NBC Implements Sexual Assault Training

NBC has implemented a training course concerning the threat of sexual assault on journalists. Last February, CBS correspondent Lara Logan was sexually assaulted in Cairo. This “brought the issue into sharp focus, prompting journalists worldwide to begin speaking out in numbers previously unknown,” said Lauren Wolfe about the Logan case in her Committee to Protect Journalists special.

Logan detailed her own assault on “60 minutes”  and she encouraged journalists with similar tales to break their “code of silence.” During Lauren Wolfe’s CPJ special, she interviewed many journalists who did step forward. Over two dozen reporters stated they had been sexually violated in some way while covering the news, five of which admitted to have been “brutally raped,” said Wolfe.

This story is relevant to our Public Affairs Journalism class because cases such as Lara Logan’s have spurred a serious concern in the journalism community. This new awareness of the threat sexual violence poses in news reporting has made such a profound impact recently that “NBC  has consulted with a social worker who specializes in post-traumatic stress disorder to create a pilot course aimed at preventing and dealing with sexual assault,” says Wolfe on her website, “Women Under Seige Project”.

NBC has taken matters upon itself to train journalists in the event of a sexual attack. While the Chairman of CBS, Jeff Fager, has stated that CBS will not make a mistake similar to sending Logan to Cairo. “And if we do not think we can provide enough security to feel safe? Then we will not cover the story,” says Fager.

The case of Lara Logan is certainly not the first time a journalist has been sexually assaulted on the job. However, her story has raised awareness to the dangers of being a journalist in a hostile environment.

Should all news organizations begin to implement training like NBC? Does a journalist’s duty as our democracy’s watchdog override the importance of their safety?


2 Comments on “NBC Implements Sexual Assault Training”

  1. Elaine says:

    To answer your last question: NO, a journalist’s duty as “democracy’s watchdog” does NOT override the importance of their safety. While I hugely admire journalists’ commitment to getting the truth out, there are times when I’d be happier if they went back to their hotel or across the border to a safer country or…WHEREVER….in order to then tell us that it was too dangerous to stay but this is what they saw. It’s OK to say it’s too dangerous. It’s OK to admit that you cannot stay long enough to get the whole story that you know is there. Only the most insane of TV viewers (and yes, I know there are many) would think a journalist should *knowingly* risk their life to get a “good” story. The story, in most cases, *can* wait — it may not be ideal to get it told in retrospect later by interviewing somebody who couldn’t leave, but it *can* be done.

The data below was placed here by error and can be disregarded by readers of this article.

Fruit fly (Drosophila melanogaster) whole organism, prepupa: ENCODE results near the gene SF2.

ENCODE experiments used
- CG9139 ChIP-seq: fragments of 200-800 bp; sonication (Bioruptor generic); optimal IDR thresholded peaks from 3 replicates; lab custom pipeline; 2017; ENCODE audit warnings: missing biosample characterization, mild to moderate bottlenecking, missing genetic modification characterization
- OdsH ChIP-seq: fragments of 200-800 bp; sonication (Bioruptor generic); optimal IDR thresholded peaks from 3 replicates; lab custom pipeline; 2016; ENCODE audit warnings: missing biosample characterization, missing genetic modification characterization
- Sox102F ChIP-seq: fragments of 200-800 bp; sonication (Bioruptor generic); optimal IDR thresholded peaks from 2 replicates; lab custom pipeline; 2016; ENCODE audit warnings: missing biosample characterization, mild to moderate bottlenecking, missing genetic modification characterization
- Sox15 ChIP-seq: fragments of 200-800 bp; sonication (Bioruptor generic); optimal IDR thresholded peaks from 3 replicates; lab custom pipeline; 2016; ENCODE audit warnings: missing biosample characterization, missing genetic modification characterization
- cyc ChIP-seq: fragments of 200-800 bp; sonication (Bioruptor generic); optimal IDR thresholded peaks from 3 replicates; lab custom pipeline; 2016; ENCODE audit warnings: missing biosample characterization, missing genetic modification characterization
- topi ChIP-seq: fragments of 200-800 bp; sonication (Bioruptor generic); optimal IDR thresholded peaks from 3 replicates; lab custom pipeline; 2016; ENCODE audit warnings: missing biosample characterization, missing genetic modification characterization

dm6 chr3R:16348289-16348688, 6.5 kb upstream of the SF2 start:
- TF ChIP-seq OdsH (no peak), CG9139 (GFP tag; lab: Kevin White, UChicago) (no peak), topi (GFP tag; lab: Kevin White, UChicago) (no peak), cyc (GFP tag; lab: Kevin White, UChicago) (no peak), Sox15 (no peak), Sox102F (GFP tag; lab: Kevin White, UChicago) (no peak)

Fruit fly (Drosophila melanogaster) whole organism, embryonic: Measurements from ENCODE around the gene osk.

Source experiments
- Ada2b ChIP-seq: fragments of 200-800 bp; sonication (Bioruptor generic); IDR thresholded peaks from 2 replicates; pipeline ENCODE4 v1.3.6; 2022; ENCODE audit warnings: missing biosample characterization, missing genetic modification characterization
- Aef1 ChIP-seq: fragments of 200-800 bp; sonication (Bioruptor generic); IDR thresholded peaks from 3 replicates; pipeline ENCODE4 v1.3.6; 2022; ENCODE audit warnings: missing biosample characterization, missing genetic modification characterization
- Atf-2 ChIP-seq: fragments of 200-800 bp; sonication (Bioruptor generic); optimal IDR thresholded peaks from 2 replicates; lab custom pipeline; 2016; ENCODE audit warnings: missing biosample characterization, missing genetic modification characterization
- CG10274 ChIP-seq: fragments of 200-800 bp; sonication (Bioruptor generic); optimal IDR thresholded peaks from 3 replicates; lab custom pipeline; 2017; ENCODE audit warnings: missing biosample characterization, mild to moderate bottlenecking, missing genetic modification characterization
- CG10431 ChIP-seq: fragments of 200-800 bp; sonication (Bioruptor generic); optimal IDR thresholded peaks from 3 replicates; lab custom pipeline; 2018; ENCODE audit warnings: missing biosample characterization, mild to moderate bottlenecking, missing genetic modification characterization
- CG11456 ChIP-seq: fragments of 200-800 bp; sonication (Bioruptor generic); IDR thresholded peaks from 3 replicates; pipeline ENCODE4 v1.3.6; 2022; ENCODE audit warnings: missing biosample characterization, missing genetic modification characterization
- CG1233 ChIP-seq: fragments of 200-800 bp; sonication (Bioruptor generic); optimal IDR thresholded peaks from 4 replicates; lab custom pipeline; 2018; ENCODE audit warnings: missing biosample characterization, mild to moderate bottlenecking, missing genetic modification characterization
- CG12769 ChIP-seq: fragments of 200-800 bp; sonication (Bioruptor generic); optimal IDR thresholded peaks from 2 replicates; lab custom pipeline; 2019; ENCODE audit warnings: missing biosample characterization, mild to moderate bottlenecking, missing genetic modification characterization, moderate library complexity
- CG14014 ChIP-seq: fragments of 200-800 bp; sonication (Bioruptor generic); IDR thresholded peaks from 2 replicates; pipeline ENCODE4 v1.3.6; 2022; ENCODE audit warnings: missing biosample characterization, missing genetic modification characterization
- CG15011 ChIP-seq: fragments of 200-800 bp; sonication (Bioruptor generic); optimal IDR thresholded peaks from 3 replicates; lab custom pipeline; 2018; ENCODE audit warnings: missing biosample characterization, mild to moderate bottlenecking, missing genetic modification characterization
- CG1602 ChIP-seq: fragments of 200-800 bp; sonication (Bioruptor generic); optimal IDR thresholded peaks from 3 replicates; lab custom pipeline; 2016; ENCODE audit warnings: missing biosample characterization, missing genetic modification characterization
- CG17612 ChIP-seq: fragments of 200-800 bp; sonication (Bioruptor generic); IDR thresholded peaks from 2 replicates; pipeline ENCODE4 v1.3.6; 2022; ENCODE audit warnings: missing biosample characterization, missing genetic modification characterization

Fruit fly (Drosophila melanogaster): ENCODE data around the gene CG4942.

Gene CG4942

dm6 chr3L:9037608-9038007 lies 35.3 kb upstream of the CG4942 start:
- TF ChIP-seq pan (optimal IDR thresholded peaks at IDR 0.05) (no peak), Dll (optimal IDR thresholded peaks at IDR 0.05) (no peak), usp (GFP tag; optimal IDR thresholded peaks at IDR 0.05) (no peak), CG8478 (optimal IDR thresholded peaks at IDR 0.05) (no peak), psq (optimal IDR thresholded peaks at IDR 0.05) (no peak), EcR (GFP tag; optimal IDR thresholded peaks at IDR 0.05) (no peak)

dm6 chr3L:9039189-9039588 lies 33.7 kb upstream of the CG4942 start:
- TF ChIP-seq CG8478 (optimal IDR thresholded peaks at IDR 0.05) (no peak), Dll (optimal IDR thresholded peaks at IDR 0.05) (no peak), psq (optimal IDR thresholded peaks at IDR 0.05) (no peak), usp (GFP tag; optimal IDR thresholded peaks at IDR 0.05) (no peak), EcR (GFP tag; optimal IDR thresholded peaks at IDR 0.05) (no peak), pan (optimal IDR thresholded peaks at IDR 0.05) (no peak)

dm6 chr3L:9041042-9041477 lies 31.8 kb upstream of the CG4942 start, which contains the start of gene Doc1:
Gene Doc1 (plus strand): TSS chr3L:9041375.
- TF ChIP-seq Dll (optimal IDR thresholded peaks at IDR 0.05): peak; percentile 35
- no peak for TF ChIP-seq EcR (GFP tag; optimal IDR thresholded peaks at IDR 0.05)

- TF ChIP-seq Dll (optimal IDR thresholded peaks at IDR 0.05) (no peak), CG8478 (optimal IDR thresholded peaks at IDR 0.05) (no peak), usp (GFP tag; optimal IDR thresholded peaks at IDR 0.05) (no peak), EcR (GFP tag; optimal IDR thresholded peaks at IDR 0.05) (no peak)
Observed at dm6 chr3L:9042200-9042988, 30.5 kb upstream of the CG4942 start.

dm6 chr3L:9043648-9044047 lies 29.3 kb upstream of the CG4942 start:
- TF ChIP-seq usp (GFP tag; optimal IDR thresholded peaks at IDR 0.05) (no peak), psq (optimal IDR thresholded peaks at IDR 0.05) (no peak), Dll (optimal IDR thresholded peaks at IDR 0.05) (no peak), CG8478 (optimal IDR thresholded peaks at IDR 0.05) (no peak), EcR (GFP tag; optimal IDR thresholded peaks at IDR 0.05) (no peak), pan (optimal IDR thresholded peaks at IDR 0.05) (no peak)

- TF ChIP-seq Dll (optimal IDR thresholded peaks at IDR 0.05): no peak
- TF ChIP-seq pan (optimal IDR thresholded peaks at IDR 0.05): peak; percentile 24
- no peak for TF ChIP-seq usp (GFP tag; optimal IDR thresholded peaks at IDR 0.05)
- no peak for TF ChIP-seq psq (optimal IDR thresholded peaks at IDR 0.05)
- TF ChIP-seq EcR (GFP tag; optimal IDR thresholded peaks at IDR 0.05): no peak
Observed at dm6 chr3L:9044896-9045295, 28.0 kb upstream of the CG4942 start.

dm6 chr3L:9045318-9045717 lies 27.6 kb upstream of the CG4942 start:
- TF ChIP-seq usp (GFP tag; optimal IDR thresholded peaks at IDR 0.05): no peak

That said, the “training” emphasis here, though, really bugs me. I think we have to admit that not all horrible events can be avoided; to *prevent* sexual assault usually means changing cultures, rather than simply taking “precautions” as a potential victim. I worry that the emphasis on training could inadvertently lead back to one of the most pernicious aspects of sexual violence: blaming the victim. (“You didn’t get enough training.” “If only you had perfected that karate kick or blocked your hotel room door a little better.”) The “training” involved has to be for the WHOLE culture (to understand that sexual violence is ONLY the fault of the perpetrators) and the WHOLE organization (a promise to all journalists that their employers will stand behind them, provide them with all necessary rape kits or PEP medications and psychological therapy and time away if needed, etc.). The training should NOT just be for the journalists who, despite my pleas to the contrary, I know will be in harm’s way. If they get hurt, it’s NOT their fault, no matter how much training they received.

  2. sophido says:

    As a Women’s Studies double major, hearing incidents such as these sicken me. You seldom hear about a man being sexually assaulted, especially in journalism careers. I feel incidents such as these will hinder many women from becoming journalists, which depresses me as young female pursuing a career in journalism. But enough of my feminist rant and back to your questions. Definitely news organizations should begin to implement this training. Most already implement self-defense training due to the violent nature of some stories, and I don’t see why sexual assault would not result in relevant training. Nothing overrides the safety of a humans life, so I would say no to the last question.

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